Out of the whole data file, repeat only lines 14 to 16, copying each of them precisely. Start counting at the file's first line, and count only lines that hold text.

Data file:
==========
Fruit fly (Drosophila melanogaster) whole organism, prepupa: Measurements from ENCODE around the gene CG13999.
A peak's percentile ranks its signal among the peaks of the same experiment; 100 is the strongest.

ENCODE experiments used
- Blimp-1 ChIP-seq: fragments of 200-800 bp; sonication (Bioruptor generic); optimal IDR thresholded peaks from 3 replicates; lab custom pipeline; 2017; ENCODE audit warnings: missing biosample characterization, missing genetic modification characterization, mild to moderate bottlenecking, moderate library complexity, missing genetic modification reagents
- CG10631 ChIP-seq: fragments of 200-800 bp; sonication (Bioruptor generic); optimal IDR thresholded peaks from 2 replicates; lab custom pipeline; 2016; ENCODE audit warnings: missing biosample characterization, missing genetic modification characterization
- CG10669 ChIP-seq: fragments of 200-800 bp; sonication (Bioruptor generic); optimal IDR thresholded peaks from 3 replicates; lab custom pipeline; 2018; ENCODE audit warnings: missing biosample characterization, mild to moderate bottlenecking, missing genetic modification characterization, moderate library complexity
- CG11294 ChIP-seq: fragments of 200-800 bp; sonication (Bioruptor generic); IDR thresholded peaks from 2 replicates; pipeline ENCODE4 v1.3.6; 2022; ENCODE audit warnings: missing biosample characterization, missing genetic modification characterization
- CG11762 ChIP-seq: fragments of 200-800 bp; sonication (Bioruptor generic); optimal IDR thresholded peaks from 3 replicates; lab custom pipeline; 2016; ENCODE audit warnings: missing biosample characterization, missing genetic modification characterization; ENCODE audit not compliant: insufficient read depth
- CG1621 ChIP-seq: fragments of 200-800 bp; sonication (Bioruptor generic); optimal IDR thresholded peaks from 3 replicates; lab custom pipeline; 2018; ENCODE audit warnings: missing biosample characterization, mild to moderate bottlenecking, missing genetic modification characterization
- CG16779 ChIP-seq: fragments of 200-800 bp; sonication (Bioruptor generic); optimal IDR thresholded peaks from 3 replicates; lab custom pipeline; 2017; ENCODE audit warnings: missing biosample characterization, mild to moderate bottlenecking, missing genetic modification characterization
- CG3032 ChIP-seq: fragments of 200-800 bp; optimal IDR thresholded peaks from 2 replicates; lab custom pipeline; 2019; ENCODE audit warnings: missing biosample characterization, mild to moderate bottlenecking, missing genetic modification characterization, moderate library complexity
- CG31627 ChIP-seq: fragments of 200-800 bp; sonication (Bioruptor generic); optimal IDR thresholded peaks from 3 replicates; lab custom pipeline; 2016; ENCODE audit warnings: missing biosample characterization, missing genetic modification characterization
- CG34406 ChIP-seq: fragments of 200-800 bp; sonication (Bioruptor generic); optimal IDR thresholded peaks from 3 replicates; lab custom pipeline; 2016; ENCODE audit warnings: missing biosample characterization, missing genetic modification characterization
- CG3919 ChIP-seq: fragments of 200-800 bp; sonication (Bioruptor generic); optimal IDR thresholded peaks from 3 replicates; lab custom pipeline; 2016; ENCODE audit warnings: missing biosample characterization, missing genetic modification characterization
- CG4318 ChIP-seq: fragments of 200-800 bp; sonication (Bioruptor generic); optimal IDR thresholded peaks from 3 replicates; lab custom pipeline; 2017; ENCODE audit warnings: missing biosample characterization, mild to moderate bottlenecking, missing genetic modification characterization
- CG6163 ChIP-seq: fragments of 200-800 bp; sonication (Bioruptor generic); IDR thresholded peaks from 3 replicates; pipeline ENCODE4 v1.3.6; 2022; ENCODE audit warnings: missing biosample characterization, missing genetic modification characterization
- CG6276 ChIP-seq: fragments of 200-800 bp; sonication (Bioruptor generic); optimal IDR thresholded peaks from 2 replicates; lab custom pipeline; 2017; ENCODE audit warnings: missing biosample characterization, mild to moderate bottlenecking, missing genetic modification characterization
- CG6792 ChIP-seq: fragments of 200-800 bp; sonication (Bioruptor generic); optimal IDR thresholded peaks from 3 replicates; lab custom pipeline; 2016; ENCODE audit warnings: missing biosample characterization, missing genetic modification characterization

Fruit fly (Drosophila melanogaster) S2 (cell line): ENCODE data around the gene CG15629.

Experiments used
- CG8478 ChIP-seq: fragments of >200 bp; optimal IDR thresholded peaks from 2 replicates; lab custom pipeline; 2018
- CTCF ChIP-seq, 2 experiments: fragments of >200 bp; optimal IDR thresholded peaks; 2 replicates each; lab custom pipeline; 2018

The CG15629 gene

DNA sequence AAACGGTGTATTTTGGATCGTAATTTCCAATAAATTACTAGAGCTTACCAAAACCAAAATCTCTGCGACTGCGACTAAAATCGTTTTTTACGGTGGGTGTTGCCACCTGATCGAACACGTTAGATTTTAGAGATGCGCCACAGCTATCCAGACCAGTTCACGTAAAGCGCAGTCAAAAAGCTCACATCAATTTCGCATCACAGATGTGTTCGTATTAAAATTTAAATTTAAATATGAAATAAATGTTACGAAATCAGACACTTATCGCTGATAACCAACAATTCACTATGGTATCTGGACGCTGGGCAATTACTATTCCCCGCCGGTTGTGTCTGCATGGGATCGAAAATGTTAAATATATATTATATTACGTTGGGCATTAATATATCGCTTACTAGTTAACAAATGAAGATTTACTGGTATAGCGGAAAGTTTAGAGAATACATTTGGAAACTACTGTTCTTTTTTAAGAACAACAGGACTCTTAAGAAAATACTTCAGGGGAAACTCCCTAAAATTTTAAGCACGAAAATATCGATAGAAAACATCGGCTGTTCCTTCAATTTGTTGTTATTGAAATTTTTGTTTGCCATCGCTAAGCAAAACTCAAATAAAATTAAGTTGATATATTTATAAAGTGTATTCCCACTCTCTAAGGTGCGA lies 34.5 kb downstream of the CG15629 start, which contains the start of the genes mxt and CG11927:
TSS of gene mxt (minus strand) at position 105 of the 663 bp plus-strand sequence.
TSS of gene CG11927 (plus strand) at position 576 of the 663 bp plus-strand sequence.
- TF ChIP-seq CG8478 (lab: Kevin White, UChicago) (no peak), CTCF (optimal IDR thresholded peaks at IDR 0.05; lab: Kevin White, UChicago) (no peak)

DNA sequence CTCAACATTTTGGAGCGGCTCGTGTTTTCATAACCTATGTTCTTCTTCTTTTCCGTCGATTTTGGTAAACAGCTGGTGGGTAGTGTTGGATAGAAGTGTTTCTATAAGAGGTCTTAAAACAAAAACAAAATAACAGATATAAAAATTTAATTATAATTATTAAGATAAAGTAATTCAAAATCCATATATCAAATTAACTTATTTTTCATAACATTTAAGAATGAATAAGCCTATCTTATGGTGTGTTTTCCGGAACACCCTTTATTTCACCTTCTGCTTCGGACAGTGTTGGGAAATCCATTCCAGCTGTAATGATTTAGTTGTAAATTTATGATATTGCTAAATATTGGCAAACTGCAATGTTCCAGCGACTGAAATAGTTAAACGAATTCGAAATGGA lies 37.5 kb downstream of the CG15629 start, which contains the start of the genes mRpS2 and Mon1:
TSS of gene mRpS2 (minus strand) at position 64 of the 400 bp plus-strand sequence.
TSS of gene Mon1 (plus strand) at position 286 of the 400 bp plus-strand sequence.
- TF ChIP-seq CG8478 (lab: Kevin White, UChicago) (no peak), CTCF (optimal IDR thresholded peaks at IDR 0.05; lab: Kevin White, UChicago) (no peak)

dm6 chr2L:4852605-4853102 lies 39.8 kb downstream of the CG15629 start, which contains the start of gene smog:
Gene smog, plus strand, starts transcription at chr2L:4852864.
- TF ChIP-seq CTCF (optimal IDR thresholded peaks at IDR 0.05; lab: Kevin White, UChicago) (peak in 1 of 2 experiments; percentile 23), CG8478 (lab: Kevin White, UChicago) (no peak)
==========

- CG3919 ChIP-seq: fragments of 200-800 bp; sonication (Bioruptor generic); optimal IDR thresholded peaks from 3 replicates; lab custom pipeline; 2016; ENCODE audit warnings: missing biosample characterization, missing genetic modification characterization
- CG4318 ChIP-seq: fragments of 200-800 bp; sonication (Bioruptor generic); optimal IDR thresholded peaks from 3 replicates; lab custom pipeline; 2017; ENCODE audit warnings: missing biosample characterization, mild to moderate bottlenecking, missing genetic modification characterization
- CG6163 ChIP-seq: fragments of 200-800 bp; sonication (Bioruptor generic); IDR thresholded peaks from 3 replicates; pipeline ENCODE4 v1.3.6; 2022; ENCODE audit warnings: missing biosample characterization, missing genetic modification characterization